Human-Powered Vehicle Team Turns a Corner

Tuesday, July 03, 2018
Human-powered vehicle in the Branam Innovation Center

The Human-Powered Vehicle team's re-engineered “tadpole trike” features a single rear drive wheel and a significantly lower profile

Is it crazy to throw out what’s working well and just start over? Not to the Rose-Hulman Human-Powered Vehicle team. After taking first overall in American Society of Mechanical Engineers’ HPVC North America East competition in 2017, they turned heads as well as laps as the first American team to compete in the Pedal Prix at Loxton, Australia. There, the seventh generation of the iconic RHIT vehicle impressed observers with its ability to lean in corners like a motorcycle.

While competing in Australia last year, the Rose-Hulman team noted the lower-slung design of some other entries and decided to adapt it for their next vehicle. Years of the familiar one-wheel-in-front, two-in-back vehicles with the distinctive high-profile fairing gave way to a re-engineered “tadpole trike” with a single rear drive wheel and a significantly lower profile.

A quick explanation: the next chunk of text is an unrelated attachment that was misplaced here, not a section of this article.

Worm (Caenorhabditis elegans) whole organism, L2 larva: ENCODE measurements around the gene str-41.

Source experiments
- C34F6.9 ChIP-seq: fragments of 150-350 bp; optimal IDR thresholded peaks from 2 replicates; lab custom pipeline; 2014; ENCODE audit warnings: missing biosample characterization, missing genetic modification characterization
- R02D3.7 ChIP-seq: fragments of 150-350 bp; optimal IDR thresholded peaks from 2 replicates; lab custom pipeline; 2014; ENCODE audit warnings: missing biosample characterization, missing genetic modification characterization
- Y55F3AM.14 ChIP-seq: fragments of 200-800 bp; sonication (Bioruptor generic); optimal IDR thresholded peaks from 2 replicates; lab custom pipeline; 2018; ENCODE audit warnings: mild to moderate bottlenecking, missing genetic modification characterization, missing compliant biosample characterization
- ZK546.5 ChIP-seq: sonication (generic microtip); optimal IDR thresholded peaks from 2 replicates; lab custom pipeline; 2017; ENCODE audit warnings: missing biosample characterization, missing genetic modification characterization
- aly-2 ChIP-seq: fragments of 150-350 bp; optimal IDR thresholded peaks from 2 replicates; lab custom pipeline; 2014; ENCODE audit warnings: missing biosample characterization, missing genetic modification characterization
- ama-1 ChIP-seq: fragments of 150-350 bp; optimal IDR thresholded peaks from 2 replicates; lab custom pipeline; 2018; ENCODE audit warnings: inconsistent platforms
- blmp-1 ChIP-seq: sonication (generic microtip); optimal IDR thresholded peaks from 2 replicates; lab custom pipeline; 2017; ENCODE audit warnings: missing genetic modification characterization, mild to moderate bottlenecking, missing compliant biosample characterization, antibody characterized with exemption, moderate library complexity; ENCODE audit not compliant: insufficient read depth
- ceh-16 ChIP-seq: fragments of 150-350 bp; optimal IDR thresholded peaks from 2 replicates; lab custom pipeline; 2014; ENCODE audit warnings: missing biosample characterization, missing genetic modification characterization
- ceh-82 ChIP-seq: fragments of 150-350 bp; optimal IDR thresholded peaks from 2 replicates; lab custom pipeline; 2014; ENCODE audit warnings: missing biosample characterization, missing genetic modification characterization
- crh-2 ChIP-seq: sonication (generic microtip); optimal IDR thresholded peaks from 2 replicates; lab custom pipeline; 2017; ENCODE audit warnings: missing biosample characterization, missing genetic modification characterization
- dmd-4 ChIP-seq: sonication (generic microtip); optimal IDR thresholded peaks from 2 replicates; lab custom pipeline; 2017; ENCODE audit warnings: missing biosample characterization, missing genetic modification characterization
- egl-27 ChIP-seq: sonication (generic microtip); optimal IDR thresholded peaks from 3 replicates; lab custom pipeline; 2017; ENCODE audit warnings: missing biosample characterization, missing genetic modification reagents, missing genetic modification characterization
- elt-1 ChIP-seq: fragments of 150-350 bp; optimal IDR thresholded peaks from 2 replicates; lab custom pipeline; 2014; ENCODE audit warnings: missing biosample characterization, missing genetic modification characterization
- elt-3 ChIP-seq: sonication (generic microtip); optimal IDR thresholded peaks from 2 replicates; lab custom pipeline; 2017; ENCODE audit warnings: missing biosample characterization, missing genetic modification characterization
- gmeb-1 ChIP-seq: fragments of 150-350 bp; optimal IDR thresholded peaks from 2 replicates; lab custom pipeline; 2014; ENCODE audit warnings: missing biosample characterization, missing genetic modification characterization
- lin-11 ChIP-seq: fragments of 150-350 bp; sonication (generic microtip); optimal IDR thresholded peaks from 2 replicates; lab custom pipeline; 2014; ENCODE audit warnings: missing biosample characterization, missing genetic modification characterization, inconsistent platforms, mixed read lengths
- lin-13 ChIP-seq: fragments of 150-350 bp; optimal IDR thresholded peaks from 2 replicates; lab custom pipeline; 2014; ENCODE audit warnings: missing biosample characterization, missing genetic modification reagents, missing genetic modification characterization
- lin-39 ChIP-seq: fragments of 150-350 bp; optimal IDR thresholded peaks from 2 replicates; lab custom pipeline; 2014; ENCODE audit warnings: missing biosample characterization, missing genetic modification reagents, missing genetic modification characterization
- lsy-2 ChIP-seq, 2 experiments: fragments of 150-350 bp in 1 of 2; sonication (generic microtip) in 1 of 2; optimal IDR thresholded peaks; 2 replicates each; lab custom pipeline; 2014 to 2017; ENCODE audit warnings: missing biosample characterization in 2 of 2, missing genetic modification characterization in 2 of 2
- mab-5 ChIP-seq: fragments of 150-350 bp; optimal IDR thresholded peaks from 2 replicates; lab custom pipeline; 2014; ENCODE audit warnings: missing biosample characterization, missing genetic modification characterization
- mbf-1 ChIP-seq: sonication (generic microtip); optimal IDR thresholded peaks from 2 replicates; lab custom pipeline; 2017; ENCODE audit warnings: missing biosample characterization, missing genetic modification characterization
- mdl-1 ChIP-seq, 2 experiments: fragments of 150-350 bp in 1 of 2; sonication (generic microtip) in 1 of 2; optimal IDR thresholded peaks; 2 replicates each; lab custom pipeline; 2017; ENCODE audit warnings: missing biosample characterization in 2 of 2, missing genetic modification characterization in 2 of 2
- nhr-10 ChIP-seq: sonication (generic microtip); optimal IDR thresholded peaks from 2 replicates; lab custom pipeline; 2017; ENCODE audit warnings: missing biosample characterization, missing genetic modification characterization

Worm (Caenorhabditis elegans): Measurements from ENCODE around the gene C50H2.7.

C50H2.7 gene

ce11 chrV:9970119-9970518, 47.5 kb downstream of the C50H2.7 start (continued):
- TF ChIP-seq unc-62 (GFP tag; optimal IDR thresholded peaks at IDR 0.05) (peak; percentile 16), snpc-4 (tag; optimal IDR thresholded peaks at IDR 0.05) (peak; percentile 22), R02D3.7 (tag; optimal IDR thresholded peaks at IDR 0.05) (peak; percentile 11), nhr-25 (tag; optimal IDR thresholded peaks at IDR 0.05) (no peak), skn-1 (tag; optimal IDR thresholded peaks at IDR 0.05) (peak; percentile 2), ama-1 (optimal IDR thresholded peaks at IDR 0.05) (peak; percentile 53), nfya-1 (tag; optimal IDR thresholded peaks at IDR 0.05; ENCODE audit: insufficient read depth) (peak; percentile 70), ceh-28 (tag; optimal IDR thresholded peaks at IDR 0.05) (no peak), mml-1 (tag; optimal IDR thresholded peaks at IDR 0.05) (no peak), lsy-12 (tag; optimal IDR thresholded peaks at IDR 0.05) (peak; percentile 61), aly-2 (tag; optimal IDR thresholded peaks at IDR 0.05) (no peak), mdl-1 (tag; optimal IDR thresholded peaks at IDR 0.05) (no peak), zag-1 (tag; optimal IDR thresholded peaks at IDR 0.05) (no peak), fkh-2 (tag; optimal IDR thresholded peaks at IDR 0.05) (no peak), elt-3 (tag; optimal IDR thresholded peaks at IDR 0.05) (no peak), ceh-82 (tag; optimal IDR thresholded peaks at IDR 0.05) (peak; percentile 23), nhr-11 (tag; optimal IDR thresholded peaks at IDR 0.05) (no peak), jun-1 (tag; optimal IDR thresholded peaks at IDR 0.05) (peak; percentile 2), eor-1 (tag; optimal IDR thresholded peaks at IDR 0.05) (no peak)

It’s the kind of challenge that fosters close connections among team members, says advisor Michael Moorhead, Ph.D., associate professor of mechanical engineering. “You get a group of students who become rather close as they go through four years together.” The Rose-Hulman team fared rather well in this year’s HPV East event at State College, Pennsylvania. Scoring 22nd overall out of 47 teams, they placed ninth in innovation and 13th in both men’s and women’s speed events.

With several members graduating, the HPV team itself is at a turning point. This fall, a new generation of student engineers will pitch in to design and build the next vehicle.

The new team, says Moorhead, will start work in earnest—and early. Years of tweaking the well-established “Rose Pedal” design had relaxed the urgency of the early design process. “They’ve got to start earlier in the year,” says Moorhead. “Because they hadn’t had to do anything dramatically different in previous years, they forgot how hard it is to start aggressively.”               

 

Launch Root Quad